How politics and government really work, and why they don’t.
While Donald Trump was running for the White House, he bashed politicians who courted the billionaire Koch brothers as “puppets” and vowed to “drain the swamp” in Washington by squelching cozy relationships between lobbyists and elected officials.
Take, for example, Kris Kobach, the Kansas secretary of state, who is reportedly on the short list to become Trump’s attorney general.
Last month, Kobach was among a group of Republican secretaries of state who spent the weekend hunting pheasant and quail and shooting clay pigeons with corporate donors at a Kansas lodge, a getaway funded by industry groups.
The attendees included Allen Richardson, a lobbyist for Koch Industries, who joked about keeping the guest list secret. “The Koch brothers out with the Republican secretaries of state — that’s a news story I don’t need,” he said, unaware that a ProPublica reporter was in attendance.
The Kansas outing was part of an effort by corporate and other special interests to build close ties with the secretaries of state, who not only oversee elections but often write the language in ballot measures on topics from gun control to the minimum wage.
The rest of Kobach’s record seems to mesh with policies promoted by Trump. Kobach has been at the forefront of the debate over the extent of voter fraud, successfully lobbying to become the only secretary of state in the country with the power to prosecute such cases. Arguing that the government must set up systems to prevent illegal immigrants from casting ballots, he successfully pushed for a Kansas law signed in 2011 requiring voters to show proof of citizenship.
Critics said Kobach overstated the threat, and that the rule would disenfranchise many black and Latino citizens. The Supreme Court settled the matter when it struck down a similar Arizona law in 2013, saying states couldn’t require proof of citizenship on the federal voter registration form.
Kobach then helped create a “two-tiered” voting rule in Kansas: Citizens who registered only on the federal form couldn’t vote in state or local elections. That too was eventually struck down by a district court in the state.
Before taking office, the Yale-educated attorney helped craft the controversial 2010 Arizona law that required police officers to ask people they suspected of being in the country illegally to produce immigration papers. That was also challenged and mostly dismantled.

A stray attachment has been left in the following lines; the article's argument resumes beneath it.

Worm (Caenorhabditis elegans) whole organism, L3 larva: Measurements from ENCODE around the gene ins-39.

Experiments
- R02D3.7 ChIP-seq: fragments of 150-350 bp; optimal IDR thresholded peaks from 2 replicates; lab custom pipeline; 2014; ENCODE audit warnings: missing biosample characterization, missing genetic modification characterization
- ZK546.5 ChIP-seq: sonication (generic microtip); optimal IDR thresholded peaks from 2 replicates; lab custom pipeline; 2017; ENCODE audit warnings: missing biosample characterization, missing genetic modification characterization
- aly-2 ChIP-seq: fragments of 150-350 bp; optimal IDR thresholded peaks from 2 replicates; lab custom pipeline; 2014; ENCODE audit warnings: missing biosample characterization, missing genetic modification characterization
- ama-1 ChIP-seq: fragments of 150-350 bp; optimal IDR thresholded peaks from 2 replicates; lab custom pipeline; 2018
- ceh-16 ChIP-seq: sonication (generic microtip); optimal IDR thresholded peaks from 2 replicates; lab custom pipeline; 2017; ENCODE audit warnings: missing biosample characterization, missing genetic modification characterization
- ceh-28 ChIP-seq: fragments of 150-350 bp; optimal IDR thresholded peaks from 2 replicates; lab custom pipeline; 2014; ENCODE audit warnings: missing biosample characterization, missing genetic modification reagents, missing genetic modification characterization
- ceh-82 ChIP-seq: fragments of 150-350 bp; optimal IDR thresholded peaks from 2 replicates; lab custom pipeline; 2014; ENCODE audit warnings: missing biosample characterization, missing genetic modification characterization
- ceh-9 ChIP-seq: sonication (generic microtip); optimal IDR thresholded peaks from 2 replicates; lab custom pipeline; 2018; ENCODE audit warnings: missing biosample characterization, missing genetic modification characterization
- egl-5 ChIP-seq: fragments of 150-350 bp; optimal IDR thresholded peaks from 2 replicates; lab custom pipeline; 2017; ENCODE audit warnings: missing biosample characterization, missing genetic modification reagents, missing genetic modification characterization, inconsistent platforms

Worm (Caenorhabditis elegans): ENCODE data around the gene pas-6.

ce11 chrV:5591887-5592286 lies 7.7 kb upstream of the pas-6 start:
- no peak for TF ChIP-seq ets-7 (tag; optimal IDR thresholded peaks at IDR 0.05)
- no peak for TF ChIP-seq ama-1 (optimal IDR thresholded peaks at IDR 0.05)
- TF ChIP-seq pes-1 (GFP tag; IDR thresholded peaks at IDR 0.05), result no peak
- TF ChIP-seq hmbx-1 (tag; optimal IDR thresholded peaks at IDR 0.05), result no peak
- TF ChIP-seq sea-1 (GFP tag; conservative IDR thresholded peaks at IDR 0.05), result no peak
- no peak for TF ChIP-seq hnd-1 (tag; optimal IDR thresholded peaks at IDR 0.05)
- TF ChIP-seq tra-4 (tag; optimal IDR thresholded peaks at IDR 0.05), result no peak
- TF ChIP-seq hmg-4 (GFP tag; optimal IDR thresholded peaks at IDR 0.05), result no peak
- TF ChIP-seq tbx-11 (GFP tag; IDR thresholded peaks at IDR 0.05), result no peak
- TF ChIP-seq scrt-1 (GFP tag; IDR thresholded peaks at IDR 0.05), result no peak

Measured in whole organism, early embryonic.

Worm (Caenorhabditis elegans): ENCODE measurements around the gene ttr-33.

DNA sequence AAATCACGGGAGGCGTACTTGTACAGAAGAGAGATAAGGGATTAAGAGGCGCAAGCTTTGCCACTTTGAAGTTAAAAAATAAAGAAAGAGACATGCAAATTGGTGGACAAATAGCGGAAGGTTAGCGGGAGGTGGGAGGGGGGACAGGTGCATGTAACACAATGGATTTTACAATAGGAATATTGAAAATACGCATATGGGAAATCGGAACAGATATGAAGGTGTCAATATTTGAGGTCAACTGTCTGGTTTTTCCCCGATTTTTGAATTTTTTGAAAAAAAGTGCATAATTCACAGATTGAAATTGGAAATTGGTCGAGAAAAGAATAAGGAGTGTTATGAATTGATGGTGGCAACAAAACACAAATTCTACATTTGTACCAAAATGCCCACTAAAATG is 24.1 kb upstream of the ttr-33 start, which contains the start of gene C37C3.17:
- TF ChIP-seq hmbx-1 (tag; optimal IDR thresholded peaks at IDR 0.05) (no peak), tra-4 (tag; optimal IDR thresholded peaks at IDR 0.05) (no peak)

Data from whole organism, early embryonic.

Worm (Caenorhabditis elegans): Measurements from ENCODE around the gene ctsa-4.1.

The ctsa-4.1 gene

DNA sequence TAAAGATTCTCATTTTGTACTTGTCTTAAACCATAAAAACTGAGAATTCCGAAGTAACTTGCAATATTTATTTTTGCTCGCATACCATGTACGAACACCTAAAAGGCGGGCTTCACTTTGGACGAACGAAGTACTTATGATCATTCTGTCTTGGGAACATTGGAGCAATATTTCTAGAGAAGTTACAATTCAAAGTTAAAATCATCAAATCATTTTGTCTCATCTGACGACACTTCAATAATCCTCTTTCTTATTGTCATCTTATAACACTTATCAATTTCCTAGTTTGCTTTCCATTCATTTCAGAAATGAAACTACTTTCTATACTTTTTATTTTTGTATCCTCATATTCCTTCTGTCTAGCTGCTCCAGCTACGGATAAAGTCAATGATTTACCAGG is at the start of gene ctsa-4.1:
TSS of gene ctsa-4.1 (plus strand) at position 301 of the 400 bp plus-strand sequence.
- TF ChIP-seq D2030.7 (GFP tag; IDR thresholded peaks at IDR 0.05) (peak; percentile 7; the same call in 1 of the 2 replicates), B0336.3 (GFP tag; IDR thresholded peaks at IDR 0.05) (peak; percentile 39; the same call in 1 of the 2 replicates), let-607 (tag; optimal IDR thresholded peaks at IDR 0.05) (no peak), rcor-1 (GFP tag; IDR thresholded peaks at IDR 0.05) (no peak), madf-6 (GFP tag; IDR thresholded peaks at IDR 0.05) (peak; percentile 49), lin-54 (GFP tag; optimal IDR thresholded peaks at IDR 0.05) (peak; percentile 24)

Kobach has said that his concerns with illegal immigration intensified after the 2001 terrorist attacks. In a recent interview, he said he and other Trump immigration advisers are considering a registry for immigrants from predominantly Muslim countries.
In the past, Trump has criticized politicians who court Charles and David Koch, the billionaire brothers who are top Republican donors but who declined to put their vast political money network behind his candidacy.
“I wish good luck to all of the Republican candidates that traveled to California to beg for money etc. from the Koch Brothers. Puppets?” Trump once tweeted about his competitors in the Republican primary.
Trump has already acknowledged the difficulty in stamping out the influence of lobbyists and donors. He was criticized for stocking his own transition team with corporate representatives, including lobbyists for telecommunications firms, oil and gas companies and the food industry. During an interview with CBS’s 60 Minutes, he defended the apparent disconnect. “That’s the problem with the system,” he said. “The whole place is one big lobbyist … I’m saying that they know the system right now, but we’re going to phase that out. You have to phase it out.”
Clay Pigeons: How Lobbyists Secretly Woo Top Election Officials
Secretaries of state, who oversee ballot measures on topics from gun control to the minimum wage, are increasingly courted by interest groups and industries with billions of dollars at stake. Read the story.
On Wednesday, aides to Trump announced that lobbyists would no longer be allowed on the transition team, and members of Trump’s administration would be banned from lobbying for five years after they left their government posts.
Trump and Kobach did not respond to questions about Kobach’s attendance at the hunting weekend in Downs, Kansas, which was hosted by the Republican State Leadership Committee, a conservative fundraising group. Kobach and the other officials and donors sat in the common room and watched the second debate between Trump and Hillary Clinton on Oct. 9.
“Isn’t her voice like nails on a chalkboard?” Kobach said of Clinton.
He accused Clinton of planning to federalize state-run elections, an exaggerated fear that gained traction among conservatives.
“She wants to take down photo ID,” Kobach said, referring to the requirement to show identification before voting. “It’s just part of the effort of getting rid of the Electoral College. Have Department of Homeland security take over. I don’t need DHS in my state.”
Kobach later gathered the attendees to show off a gun manufactured by a company that he said he and two of his political donors had invested in. He also passed around two prairie chickens he shot. Then he took them to the kitchen, and filleted the birds himself.